“The body was all warped… The little bones twisted and swirled in with the material. It would have taken heat and pressure beyond normal description. If he was alive for that…”


He had left something out.

He sighs. Moves to drink again but the cup is empty.

“It’s a theory I have, based on a local legend.”

I think about saying something sarcastic. After all, he had already made fun of me. But he doesn’t look like he’s in the mood for it.

“Go to the library and look up Philip Morris. I’m afraid I don’t feel like speaking anymore on the subject.”

He motions me towards the door. I thank him and leave hastily. He doesn’t even stand up to see me out.

Fifteen minutes and a chain of cigarettes later, and I’m at the library.

* * * * *

The library is rather small. One floor two rows of shelving split by the main desk and the display behind it. When I ask about the boy I am told to look in the back right corner of the building. Behind the shelves in that dark corner there is a table set up with a glass case. It can only be described as a shrine.

This was the town’s claim to fame, a lost child. Small artifacts line the shelves in the case. Proof that he had once existed. Shoes, ancient photographs with ghostly negatives, and, hiding in the back, a small journal. I need to read that. I pull at the display case but the window is locked. Oh well, guess I have to ask for permission.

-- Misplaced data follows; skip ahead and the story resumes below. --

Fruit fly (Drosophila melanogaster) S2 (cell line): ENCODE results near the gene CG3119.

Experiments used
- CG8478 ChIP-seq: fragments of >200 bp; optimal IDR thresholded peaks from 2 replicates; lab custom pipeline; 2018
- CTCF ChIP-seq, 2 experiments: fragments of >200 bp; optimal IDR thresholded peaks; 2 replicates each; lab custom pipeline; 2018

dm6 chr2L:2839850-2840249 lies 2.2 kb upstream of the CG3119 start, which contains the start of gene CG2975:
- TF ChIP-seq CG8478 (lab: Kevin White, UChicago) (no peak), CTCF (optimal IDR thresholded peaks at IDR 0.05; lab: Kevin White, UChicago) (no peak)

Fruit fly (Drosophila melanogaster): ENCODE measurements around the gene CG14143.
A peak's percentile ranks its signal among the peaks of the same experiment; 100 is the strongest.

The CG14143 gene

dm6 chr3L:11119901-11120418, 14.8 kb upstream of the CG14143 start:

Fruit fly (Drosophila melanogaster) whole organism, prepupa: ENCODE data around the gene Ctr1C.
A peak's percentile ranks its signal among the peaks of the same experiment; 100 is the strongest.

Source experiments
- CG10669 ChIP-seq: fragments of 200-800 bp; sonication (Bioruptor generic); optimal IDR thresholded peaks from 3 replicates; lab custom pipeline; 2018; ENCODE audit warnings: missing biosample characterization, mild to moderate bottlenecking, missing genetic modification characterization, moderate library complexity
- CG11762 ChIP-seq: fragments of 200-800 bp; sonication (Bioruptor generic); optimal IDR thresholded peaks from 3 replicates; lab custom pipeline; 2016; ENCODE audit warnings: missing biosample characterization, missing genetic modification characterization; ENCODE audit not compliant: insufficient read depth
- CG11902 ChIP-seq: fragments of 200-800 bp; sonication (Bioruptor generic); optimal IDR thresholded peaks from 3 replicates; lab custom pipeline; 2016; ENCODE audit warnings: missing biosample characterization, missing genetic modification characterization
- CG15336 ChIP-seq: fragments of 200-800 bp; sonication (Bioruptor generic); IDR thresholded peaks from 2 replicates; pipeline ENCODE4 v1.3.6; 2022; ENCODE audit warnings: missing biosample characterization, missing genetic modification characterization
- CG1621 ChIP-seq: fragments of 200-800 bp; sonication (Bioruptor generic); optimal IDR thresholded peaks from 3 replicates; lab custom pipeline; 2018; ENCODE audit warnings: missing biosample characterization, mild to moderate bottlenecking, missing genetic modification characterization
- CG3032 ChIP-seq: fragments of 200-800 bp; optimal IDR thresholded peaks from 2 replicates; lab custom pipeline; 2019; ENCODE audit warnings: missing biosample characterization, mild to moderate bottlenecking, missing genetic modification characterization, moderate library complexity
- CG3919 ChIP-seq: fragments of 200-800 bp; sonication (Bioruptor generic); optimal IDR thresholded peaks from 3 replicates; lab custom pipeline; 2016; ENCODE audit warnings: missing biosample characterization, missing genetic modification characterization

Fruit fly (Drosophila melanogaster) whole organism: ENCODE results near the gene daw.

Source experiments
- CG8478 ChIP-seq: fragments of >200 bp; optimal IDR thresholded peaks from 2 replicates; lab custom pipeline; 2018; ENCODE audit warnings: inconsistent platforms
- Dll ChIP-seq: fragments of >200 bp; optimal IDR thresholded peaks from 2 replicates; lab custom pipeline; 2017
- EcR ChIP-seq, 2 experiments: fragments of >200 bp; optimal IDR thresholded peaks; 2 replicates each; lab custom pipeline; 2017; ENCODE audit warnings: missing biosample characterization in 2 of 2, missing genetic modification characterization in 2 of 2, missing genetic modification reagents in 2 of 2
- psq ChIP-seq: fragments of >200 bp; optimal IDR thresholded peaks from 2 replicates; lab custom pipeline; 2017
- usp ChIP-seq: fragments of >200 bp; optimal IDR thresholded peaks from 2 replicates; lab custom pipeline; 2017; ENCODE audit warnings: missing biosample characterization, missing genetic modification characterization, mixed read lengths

A short discussion later and I have the documents I desire and a lovely pair of white gloves to caress them with. I hate them. My hands itch.

I start with the newspaper clippings. Skimming, I make small notes of the contents.

Lost heir to the Morris fortune.

No trace.

Four week search ends without clues.

Mother dies of grief.

Oh, this is interesting…

Tremors mark the disappearance of Philip Morris. Mrs. Morris, mother of the lost child, notes a strange shaking in the earth on the night of her son’s disappearance. Locals say they felt nothing of the sort and officials are skeptical. Local authorities believe shock is to blame for the mother’s mistaken report.

Thank you Google maps. The Morris’ estate was directly above the new tunnel. And thank you to plain old Google. It was torn down 15 years ago after disrepair. Seems local children had been vandalizing it for years.

Hmmm, there is also a bit of local speculation as to why the child disappeared, courtesy of a few scattered articles folded into these old papers. Some of these people think he was kidnapped to try and ransom him off. Others note his odd habits and medical issues. Seems he was often dizzy and prone to night terrors and the rare seizure. He had a rough life, even within his large and comfortable estate. He was born into a society who didn’t understand his issues and were even suspicious of them. Some wondered if he was a witch. Or would it be a warlock? Regardless, he was shunned by much of the population.

I suppose his journal will note much of that. I should skim it too.

The majority of this is standard childhood imagination. Dreams of flying and the like. Some of it might be due to his disease, like the moving lights he mentions and the shifting textures. Seems he must have sleep-walked too. Waking up in different rooms of the house… And down town. This is starting to sound strange.

“Feel like I’m moving. But I am not. Like I’m shaking but no one can see it. Why do I feel like this?”